SAChE Products can be used and adopted to learning environments including students in many different fields (such as chemical and mechanical engineering as well as chemistry and materials science) and practicing engineers (such as in safety training programs). We attempt to put the materials in an easy to use format, and modifications can be made to the materials to fit the circumstances.
Consequence Modeling Source Models I: Liquids & Gases
This module was developed to help introduce issues of safety and loss prevention in undergraduate engineering courses. Each of the five major sections can be used independently, depending on the student's backgrounds.
Section 1 is an introduction to the role of source models in the risk assessment process. Section 2 introduces the basic information required to select or develop an appropriate source model for a given release scenario. The fundamental concepts of the 1st Law of Thermodynamics, the mechanical energy balance, and friction losses in pipes and fittings are reviewed briefly in Section 3. Section 4 deals with flow of liquids in pipes and orifices. The example problems are intended to introduce loss prevention issues, and they can be used in any fluid mechanics class. Section 5 presents the flow of ideal gas in orifices and pipes. This material may be appropriate in fluid mechanics or thermodynamics classes. The derivations of equations for compressible flow are intended to show the relationships between physical phenomena and the mathematical model; the fundamental concepts apply to ideal and real gases.
The module resources include text, accompanying PowerPoint presentations, student homework problems, and an instructor's solution manual.
Green Engineering Tutorial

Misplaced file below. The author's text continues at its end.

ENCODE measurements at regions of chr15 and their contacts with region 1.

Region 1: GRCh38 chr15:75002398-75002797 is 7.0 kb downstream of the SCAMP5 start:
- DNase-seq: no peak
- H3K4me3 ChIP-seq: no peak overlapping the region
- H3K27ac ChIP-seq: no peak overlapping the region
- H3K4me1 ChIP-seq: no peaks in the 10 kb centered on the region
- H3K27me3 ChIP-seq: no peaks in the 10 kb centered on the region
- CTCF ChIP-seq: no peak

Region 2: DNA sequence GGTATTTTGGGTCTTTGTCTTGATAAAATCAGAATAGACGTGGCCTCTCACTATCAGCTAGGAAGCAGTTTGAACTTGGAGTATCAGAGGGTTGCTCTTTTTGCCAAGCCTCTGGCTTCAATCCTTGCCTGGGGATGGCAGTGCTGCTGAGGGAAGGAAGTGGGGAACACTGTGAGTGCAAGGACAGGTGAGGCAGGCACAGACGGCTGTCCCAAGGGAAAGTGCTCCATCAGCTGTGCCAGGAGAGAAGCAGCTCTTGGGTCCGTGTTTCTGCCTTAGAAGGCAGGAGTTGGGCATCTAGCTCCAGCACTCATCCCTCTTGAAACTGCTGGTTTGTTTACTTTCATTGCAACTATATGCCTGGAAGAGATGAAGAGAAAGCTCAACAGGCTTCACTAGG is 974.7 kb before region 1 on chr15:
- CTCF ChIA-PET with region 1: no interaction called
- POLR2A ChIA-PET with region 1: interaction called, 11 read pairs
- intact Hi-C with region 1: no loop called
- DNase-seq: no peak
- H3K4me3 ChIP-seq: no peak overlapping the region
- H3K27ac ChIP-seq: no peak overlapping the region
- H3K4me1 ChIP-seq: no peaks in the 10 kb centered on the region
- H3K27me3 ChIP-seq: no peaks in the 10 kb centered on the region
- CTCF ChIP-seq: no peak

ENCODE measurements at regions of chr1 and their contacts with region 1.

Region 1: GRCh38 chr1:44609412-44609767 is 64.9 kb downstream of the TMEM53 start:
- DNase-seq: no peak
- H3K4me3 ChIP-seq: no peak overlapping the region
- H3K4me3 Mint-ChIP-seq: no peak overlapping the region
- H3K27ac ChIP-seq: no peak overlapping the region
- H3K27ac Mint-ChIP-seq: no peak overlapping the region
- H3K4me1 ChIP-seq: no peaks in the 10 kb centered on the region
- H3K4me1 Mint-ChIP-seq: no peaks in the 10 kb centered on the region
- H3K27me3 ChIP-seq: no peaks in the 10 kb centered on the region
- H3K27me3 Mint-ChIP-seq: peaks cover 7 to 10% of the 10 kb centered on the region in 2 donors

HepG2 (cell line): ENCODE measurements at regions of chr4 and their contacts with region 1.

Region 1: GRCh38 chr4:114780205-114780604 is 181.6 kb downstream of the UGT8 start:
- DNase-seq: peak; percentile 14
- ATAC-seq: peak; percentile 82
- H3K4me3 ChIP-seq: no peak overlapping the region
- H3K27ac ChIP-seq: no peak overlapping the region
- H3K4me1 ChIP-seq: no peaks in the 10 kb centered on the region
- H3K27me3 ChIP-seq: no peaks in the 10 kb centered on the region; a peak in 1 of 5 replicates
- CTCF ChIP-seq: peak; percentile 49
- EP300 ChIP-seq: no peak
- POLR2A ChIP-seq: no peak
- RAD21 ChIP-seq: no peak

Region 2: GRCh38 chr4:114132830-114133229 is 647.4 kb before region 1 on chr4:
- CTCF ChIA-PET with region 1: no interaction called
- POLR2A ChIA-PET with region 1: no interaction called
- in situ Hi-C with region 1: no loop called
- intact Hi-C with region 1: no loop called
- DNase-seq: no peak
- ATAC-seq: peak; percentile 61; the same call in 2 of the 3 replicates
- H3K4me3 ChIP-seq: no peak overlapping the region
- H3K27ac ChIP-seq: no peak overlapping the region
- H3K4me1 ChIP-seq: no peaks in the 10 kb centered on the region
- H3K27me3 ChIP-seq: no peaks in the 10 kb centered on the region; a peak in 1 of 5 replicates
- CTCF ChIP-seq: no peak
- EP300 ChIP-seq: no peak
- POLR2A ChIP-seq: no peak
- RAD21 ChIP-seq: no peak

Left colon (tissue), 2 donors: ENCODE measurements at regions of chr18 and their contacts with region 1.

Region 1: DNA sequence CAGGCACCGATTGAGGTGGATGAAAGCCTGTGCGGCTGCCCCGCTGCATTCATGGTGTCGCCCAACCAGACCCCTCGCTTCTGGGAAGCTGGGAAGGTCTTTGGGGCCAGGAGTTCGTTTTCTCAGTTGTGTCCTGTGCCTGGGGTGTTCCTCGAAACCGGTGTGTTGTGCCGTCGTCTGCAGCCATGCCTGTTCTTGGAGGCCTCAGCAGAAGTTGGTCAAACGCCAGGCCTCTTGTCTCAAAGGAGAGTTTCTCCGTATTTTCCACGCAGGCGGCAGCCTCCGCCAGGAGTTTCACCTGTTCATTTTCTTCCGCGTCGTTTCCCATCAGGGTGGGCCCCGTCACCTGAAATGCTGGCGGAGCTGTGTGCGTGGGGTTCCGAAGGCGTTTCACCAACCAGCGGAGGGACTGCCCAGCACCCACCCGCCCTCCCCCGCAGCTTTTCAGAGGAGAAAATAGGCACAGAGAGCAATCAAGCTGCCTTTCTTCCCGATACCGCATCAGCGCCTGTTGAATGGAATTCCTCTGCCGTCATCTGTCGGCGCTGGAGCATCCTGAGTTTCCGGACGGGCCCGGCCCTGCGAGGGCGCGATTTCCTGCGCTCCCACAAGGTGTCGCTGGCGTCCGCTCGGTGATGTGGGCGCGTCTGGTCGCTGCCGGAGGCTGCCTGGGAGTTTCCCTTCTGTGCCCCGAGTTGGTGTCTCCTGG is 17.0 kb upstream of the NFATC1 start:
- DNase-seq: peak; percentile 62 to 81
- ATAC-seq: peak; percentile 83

David Shonnard (Michigan Technological University)
Improving Communication Skills
This module is designed to supplement junior and senior chemical engineering courses in which written or oral reports about experiments or other assignments are integral components. Examples of the proper format and style of student written work are included throughout. The module contains four files: Read Me First (instructions for access and use), Outline (the resource guide), and two Appendices.
The Outline emphasizes accuracy and clarity; the effective use of audience analysis; proper organization of material to focus on the conclusion or objective; and format, mechanics, consistency, voice, and tone for all types of communications. Business and technical correspondence, resumes, and various types of written reports including in-text citations and bibliographies are included. Because of the process safety implications for unit operations laboratory courses and undergraduate and graduate research projects, the crafting of safe, efficient, and effective operating procedures is presented as a separate section. The topic of visual aids to support oral presentations emphasizes clear, concise illustrations. The material on oral presentations is designed to focus on the bottom line or conclusions. The use of audience analysis is emphasized as are presentation styles, mechanics, and delivery. The style handbook begins with an intensive review of the parts of speech and their uses. This material is followed by the basic rules of English grammar and is illustrated by several pages of common mistakes. The elements of style and the use of smooth transitions are emphasized.
Five sets of student exercises composed of material taken from old unit operations laboratory reports are included as Appendix 1; these exercises focus on punctuation, grammar, style, and editing. Corrected versions of the student exercises are included as Appendix 2 which should not be distributed to students.
Student access: The files Outline.pdf and Appendix1.pdf are available to students logged into the site.
Metal Structured Packing Fires
Metal structured packing fires represent a unique and poorly understood hazard. While a rare occurrence, the potential for capital damage and injury to personnel as a result of such fires is extremely high. Since metal is not often thought of as a combustible material, the risks associated with structured packing fires are magnified by a lack of appreciation and understanding of the risk of packing ignition involved in maintenance activities in an industrial separation tower.
This training module discusses the possible causes of metal structured packing fires and methods for preventing and suppressing metal fires taken from industrial experience. The module contains brief descriptions of actual incidents involving packing fires as well as questions intended for class discussion.
The module contains a Microsoft PowerPoint presentation with notes that would be appropriate for class presentation or independent study and a report on the topic. This training module is appropriate for a separations, process safety, or senior design class.